miercuri, 23 februarie 2011

Someone in between?

I haven’t lived in Moldova all my life, but I have been here many times though – first out of pure curiosity, then to visit my friends and to do university research. Even if my former stays never exceeded the period of one month, I feel I have achieved to grow a bit into the culture. At the time of writing this article, I have been living here for four months.

In my previous stays the question of my sexual orientation never came up. Obviously the question is of a very personal nature and from as far as I know Moldavian society by now, this is not a proper standard question to ask. Besides, in my previous stays I was in a relationship with a man or, respectively, I had recently broken up with him. So the consequent reasoning from an outsider’s point of view, was that everything was just usual and I was a “normal” woman.

Apart from the fact maybe that being 24 years old I should be thinking about marrying, settling down, getting a house and happily reproducing…

From the beginning of my volunteer service in October 2010 until now, these matters have been at least a weekly topic and a dear concern to my colleagues at my volunteer project. Curious about my general reluctance to marriage and concerned about that fact, they have asked me many questions and I have answered them all – but not beyond what they had asked. Or in other words: I didn’t make a sign and tacked my bisexuality on my forehead.

Besides, my opinion about marriage and my opinions about sexual orientation are two different topics.

In about December 2010 I heard about GenderDoc-M and got interested in it. In order to be able to go to the library I had to ask to leave work earlier a couple of times – and from the moment on that I explained the reason, I started to arouse curiosity. Even more so when I decided to leave my second volunteer project (La Strada) and changed to GenderDoc-M. Then Valentine’s Day and the moment of the Kiss-In came.

Two days after the event I went back to my project for the first time after almost a week of not being there. When I entered my boss’ office, where I as a volunteer also have access to a computer and a place to put my things, two other collegues were having a chat with my boss. Immediately their attention focused on me and one of them told me, accompanied by bowing assent of the other, that she had seen me on the TV again, this time on the evening news that covered the Kiss In. What I was doing there, she asked, and why did I do what I did. I sensed that she had some trouble asking these questions, yet her curiousity drove her to overcome the hesitation. I think it helped her to leave out the essential words of the question and I decided to do her that favour and answered: “I kissed a girl, because I like girls.” I didn’t have much chance to say more after that, as she and the other collegue left the room.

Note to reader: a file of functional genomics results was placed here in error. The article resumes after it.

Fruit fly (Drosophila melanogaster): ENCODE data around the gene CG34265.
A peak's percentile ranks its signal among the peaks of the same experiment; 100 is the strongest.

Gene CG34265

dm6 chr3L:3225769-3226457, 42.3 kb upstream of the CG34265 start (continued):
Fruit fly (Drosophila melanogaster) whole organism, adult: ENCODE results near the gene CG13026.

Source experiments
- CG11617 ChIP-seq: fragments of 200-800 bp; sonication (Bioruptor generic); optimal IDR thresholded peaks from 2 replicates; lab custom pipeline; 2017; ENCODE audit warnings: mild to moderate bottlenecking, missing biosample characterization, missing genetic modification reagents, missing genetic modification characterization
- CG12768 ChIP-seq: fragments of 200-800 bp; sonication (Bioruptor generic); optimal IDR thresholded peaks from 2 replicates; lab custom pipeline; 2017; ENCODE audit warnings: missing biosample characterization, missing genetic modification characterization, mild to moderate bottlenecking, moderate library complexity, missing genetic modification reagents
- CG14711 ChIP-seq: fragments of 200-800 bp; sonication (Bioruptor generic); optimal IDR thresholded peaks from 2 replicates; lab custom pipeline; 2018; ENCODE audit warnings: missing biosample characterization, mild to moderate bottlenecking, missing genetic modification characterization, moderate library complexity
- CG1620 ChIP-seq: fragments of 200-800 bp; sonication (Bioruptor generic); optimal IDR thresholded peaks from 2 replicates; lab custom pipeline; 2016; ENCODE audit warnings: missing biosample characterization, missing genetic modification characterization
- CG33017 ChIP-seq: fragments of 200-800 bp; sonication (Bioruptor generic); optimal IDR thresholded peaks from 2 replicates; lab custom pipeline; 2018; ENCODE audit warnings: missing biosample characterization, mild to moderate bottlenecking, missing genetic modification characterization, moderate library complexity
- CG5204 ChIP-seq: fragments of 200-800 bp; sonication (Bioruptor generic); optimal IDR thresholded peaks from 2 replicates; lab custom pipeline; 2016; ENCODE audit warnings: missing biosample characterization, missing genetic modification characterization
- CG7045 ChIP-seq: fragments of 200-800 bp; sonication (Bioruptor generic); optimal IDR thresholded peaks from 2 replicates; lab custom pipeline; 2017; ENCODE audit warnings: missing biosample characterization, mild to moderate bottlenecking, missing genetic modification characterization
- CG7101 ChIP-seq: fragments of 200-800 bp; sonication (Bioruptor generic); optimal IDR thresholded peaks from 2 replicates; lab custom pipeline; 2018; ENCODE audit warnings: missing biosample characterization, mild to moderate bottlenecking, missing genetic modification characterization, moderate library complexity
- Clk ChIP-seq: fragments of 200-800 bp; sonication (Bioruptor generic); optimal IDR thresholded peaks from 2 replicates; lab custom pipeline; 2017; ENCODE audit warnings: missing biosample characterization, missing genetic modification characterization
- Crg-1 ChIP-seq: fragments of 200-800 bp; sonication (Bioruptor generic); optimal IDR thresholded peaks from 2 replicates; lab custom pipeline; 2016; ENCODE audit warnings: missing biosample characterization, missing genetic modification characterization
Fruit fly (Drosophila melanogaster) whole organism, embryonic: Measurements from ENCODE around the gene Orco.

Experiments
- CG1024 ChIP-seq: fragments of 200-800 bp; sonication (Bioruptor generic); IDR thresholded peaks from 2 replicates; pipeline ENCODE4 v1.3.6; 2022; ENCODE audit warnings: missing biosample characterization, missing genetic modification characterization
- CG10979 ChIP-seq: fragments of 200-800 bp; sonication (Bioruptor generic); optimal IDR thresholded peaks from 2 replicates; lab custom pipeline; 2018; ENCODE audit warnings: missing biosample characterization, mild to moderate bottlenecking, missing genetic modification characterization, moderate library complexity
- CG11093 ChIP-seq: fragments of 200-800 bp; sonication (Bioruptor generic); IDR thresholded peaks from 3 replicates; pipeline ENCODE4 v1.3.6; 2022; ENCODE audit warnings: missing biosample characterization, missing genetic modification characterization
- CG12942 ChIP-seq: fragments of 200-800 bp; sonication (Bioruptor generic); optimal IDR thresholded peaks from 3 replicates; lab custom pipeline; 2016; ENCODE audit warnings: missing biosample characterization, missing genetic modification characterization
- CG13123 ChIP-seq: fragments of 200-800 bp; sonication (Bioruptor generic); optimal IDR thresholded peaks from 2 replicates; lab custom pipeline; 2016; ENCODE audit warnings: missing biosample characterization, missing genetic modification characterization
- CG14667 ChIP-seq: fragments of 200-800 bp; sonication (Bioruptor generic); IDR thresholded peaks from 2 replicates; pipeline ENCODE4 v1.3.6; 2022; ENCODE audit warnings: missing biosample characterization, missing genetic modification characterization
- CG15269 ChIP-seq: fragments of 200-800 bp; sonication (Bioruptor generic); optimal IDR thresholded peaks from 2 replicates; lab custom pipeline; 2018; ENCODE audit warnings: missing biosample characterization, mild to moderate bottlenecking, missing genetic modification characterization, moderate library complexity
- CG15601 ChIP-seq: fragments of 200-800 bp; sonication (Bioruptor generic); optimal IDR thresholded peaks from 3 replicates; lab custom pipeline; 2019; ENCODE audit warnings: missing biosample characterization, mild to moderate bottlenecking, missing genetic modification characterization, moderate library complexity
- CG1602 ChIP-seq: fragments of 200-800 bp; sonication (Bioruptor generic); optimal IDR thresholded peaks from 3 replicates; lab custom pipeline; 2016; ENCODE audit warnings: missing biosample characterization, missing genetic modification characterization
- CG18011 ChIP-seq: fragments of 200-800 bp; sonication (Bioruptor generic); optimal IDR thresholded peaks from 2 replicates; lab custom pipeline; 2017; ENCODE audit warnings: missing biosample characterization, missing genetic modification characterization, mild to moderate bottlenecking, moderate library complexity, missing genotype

Having a coffee with one of my friends the other week, she asked me why I didn’t tell my bisexual interests to my colleagues earlier. My answer is: “because they didn’t ask”. In all the questions they asked me earlier, they didn’t even tackle the topic.

I think the need to formulate questions by yourself is a very important step towards understanding, especially when a person gives a voice to a silenced topic for the first time. It needs to be their interest and they need to use the words on their own.

Sexual orientation is not a character trait. When a person is asked to present herself/himself, we expect informations about likes and dislikes, siblings and career, hobbies and dreams. When asked to present myself, to me it would never occur to present my sexual identity or sexual orientation. Imagining a person “revealing” to his or her listeners “I am a heterosexual” seems funny to me, as for the majority of people this is considered nothing spectacular, but “normal”. Or we can substitute the word “normal” with “ordinary” or “commonly assumed and accepted”. And therefore it makes no difference who the person is. (I assume though, that many people are not familiar with the word heterosexual, while they know the word homosexual.) And while it makes no difference, I have often observed that homo- or bisexuality does. I don’t want to imply this, maybe I am just too sensitized to that topic. But it seems to me that from the point that non-heterosexuality is disclosed, all the common stereotypes about lesbians or gays are placed on this person and this person’s behavior, resulting in remarks such as “oh, that’s so gay” or “you would never have thought he is gay”…or everything between these two extremes. I recently came across a clip on youtube were a girl made the statement at the end of a conversation “well, at least I am not gay”. And that really pissed me.

So, while heterosexuality is hardly ever used to describe, characterize or differentiate a person, every variant form of sexuality is. It is used to other[1] that person.